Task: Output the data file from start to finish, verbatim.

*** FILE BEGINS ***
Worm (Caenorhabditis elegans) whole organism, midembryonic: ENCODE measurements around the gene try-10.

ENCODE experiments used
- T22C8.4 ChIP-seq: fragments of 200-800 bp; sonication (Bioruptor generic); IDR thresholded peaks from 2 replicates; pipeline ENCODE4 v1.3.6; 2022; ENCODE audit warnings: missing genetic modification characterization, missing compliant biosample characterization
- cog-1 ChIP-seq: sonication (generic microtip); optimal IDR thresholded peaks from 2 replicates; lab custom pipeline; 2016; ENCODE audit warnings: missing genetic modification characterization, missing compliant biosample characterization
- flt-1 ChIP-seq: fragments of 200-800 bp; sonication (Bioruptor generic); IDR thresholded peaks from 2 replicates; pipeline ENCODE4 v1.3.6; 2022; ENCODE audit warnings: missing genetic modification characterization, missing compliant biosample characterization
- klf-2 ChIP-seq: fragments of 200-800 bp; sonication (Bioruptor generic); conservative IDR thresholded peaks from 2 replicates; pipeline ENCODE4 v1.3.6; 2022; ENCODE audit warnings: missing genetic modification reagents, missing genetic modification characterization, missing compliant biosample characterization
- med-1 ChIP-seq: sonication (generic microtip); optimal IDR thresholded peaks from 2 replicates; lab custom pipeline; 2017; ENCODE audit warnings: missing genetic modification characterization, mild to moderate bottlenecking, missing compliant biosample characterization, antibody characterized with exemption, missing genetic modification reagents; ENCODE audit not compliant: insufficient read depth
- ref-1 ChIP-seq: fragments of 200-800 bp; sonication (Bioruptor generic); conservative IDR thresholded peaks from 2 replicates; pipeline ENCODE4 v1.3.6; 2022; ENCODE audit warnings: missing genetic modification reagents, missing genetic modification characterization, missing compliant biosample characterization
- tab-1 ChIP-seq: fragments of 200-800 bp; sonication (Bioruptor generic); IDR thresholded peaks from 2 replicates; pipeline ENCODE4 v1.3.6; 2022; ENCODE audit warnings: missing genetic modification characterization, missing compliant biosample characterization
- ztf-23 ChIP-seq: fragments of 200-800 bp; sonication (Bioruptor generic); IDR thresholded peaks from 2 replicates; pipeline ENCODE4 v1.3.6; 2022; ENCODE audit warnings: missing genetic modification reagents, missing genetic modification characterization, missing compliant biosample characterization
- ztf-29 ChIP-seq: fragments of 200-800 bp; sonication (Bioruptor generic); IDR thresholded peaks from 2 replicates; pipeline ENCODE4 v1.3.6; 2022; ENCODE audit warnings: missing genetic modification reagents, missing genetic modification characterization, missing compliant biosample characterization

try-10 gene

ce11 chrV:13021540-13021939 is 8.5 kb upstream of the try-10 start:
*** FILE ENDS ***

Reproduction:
Worm (Caenorhabditis elegans) whole organism, midembryonic: ENCODE measurements around the gene try-10.

ENCODE experiments used
- T22C8.4 ChIP-seq: fragments of 200-800 bp; sonication (Bioruptor generic); IDR thresholded peaks from 2 replicates; pipeline ENCODE4 v1.3.6; 2022; ENCODE audit warnings: missing genetic modification characterization, missing compliant biosample characterization
- cog-1 ChIP-seq: sonication (generic microtip); optimal IDR thresholded peaks from 2 replicates; lab custom pipeline; 2016; ENCODE audit warnings: missing genetic modification characterization, missing compliant biosample characterization
- flt-1 ChIP-seq: fragments of 200-800 bp; sonication (Bioruptor generic); IDR thresholded peaks from 2 replicates; pipeline ENCODE4 v1.3.6; 2022; ENCODE audit warnings: missing genetic modification characterization, missing compliant biosample characterization
- klf-2 ChIP-seq: fragments of 200-800 bp; sonication (Bioruptor generic); conservative IDR thresholded peaks from 2 replicates; pipeline ENCODE4 v1.3.6; 2022; ENCODE audit warnings: missing genetic modification reagents, missing genetic modification characterization, missing compliant biosample characterization
- med-1 ChIP-seq: sonication (generic microtip); optimal IDR thresholded peaks from 2 replicates; lab custom pipeline; 2017; ENCODE audit warnings: missing genetic modification characterization, mild to moderate bottlenecking, missing compliant biosample characterization, antibody characterized with exemption, missing genetic modification reagents; ENCODE audit not compliant: insufficient read depth
- ref-1 ChIP-seq: fragments of 200-800 bp; sonication (Bioruptor generic); conservative IDR thresholded peaks from 2 replicates; pipeline ENCODE4 v1.3.6; 2022; ENCODE audit warnings: missing genetic modification reagents, missing genetic modification characterization, missing compliant biosample characterization
- tab-1 ChIP-seq: fragments of 200-800 bp; sonication (Bioruptor generic); IDR thresholded peaks from 2 replicates; pipeline ENCODE4 v1.3.6; 2022; ENCODE audit warnings: missing genetic modification characterization, missing compliant biosample characterization
- ztf-23 ChIP-seq: fragments of 200-800 bp; sonication (Bioruptor generic); IDR thresholded peaks from 2 replicates; pipeline ENCODE4 v1.3.6; 2022; ENCODE audit warnings: missing genetic modification reagents, missing genetic modification characterization, missing compliant biosample characterization
- ztf-29 ChIP-seq: fragments of 200-800 bp; sonication (Bioruptor generic); IDR thresholded peaks from 2 replicates; pipeline ENCODE4 v1.3.6; 2022; ENCODE audit warnings: missing genetic modification reagents, missing genetic modification characterization, missing compliant biosample characterization

try-10 gene

ce11 chrV:13021540-13021939 is 8.5 kb upstream of the try-10 start: